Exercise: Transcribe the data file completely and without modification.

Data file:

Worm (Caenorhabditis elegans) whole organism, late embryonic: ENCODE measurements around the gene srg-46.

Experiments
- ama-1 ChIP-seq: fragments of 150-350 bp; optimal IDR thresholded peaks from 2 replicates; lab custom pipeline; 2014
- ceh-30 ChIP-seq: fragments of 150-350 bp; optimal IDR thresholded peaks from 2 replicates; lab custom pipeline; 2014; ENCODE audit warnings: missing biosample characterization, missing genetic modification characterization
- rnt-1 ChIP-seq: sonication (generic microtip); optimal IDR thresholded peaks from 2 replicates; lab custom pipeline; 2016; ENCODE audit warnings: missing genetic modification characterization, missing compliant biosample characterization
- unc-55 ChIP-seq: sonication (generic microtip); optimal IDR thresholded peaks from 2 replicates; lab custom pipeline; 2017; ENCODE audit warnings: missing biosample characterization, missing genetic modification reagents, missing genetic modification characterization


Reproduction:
Worm (Caenorhabditis elegans) whole organism, late embryonic: ENCODE measurements around the gene srg-46.

Experiments
- ama-1 ChIP-seq: fragments of 150-350 bp; optimal IDR thresholded peaks from 2 replicates; lab custom pipeline; 2014
- ceh-30 ChIP-seq: fragments of 150-350 bp; optimal IDR thresholded peaks from 2 replicates; lab custom pipeline; 2014; ENCODE audit warnings: missing biosample characterization, missing genetic modification characterization
- rnt-1 ChIP-seq: sonication (generic microtip); optimal IDR thresholded peaks from 2 replicates; lab custom pipeline; 2016; ENCODE audit warnings: missing genetic modification characterization, missing compliant biosample characterization
- unc-55 ChIP-seq: sonication (generic microtip); optimal IDR thresholded peaks from 2 replicates; lab custom pipeline; 2017; ENCODE audit warnings: missing biosample characterization, missing genetic modification reagents, missing genetic modification characterization